The Brancatelli File



December 18, 2003 -- Look, it's the holidays, time for Christmas cheer and all. Do you really want to ruin your mood by reading about the depressing facts of life on the road? Again.

Nah, let's keep it light, consult the frequent-flying ghost of Christmas still to come and see what lies ahead for us in 2004.

But before we proceed, this disclaimer: What follows is an attempt at humor. Despite the eerie echoes of reality, I made all this stuff up. These are jokes.

I tell you this because when I did a parody column in February, hundreds of you wrote to me and took it seriously. And that in itself is a sad commentary on the state of things. So, this time, relax. I tell you now that these are jokes designed to elicit some holiday cheer. None of what follows has actually happened. At least not yet...

In a dramatic move to slash operating costs, US Airways announced that it will immediately lay off its entire rank-and-file workforce and sell all of its aircraft.

"We need to lower our costs to better compete with the low-cost carriers," a US Airways executive explained. "We've determined that flight crews, mechanics, baggage handlers and even the planes themselves are high-cost items that aren't supportable in today's competitive environment. We've said for months that everything was on the table in our efforts to meet the goals of our post-bankruptcy business plan and we think the actions we've taken today will go a long way toward bringing our costs and revenues in balance."

A US Airways spokesman later dismissed as "rank media speculation" the contention that travelers would not buy US Airways tickets if there were, in fact, no planes, no crews and no flights.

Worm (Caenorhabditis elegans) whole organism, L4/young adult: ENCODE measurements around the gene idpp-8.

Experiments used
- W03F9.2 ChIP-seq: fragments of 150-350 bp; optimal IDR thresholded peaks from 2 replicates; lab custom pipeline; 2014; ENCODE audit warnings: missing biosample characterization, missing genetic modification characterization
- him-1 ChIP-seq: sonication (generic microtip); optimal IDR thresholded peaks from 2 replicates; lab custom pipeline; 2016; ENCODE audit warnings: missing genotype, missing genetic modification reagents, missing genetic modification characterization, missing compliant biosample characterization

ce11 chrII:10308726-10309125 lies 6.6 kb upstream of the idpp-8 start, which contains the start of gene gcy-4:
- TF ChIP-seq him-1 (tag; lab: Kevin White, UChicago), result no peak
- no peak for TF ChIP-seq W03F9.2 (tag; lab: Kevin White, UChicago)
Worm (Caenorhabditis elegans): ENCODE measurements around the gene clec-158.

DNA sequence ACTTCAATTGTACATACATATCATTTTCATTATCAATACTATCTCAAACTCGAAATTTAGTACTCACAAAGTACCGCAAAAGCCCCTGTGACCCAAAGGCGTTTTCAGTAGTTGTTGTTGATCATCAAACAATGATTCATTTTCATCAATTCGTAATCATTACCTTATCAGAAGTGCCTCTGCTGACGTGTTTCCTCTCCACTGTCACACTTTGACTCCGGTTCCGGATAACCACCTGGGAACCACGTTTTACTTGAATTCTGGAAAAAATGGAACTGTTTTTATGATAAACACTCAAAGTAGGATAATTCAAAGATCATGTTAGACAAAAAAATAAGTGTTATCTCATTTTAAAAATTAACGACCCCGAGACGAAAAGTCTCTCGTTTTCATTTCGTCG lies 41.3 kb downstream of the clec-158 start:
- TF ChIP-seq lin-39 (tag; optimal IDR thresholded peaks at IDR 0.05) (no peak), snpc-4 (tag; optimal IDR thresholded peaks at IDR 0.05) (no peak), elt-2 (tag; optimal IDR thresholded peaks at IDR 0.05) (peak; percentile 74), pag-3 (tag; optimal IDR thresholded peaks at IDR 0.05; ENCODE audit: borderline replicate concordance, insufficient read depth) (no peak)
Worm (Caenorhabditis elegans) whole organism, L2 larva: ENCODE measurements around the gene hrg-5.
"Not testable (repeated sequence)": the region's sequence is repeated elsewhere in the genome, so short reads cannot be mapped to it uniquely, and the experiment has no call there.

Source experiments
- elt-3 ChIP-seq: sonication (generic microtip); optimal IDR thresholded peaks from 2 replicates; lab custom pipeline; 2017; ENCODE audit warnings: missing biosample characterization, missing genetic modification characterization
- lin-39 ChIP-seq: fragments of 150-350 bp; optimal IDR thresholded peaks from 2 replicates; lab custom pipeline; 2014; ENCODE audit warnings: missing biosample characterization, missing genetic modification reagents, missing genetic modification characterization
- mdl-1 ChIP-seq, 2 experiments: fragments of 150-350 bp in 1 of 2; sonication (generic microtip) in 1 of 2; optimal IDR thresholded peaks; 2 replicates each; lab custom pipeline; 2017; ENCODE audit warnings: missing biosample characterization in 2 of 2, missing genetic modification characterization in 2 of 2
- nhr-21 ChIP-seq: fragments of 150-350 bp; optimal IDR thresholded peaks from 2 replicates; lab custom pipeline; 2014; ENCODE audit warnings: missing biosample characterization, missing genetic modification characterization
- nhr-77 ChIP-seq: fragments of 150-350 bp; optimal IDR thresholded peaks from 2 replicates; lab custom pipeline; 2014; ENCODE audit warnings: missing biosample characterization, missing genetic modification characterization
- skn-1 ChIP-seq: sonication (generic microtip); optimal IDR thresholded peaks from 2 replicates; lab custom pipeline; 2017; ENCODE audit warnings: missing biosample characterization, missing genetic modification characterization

"We've looked carefully at our consumer-satisfaction surveys," the spokesman said. "When given the choice, even our best customers would prefer not to fly us. So we think this plan perfectly aligns our service proposition with consumer expectations."

Mimicking the trend begun earlier this year when United Airlines created a low-fare carrier called "Ted," Northwest Airlines announced its own discount airline called "EST."

Northwest officials stressed that EST would not be a typical low-fare carrier from a struggling, Big Six airline. EST will adhere to the training methods of Werner Erhardt, who spearheaded the EST consciousness movement in the 1970s and 1980s.

"We think matching a Northwest low-fare airline concept with EST is long overdue," a Northwest executive explained. "Every EST flight will also be an EST training seminar. Our flight attendants are already accomplished at demeaning passengers at every opportunity, but now we'll be able to channel that hostility into a formal structure and position it as a passenger amenity."

From the operational side, Northwest says EST will be able to reduce costs because passengers will not be permitted to use restrooms, eat or drink during the seminar flights. The airline's vintage DC-9s--which actually predate the EST movement--will be dedicated to EST flying. Lavatories and galleys will be removed, permitting Northwest to reconfigure each EST DC-9 with up to 220 seats.

EST founder Werner Erhardt has been hired as the spokesguru for EST. Print and broadcast advertising, which will break in the first quarter, will feature Erhardt and carry the tag line, "Fly EST. Unless You're Afraid."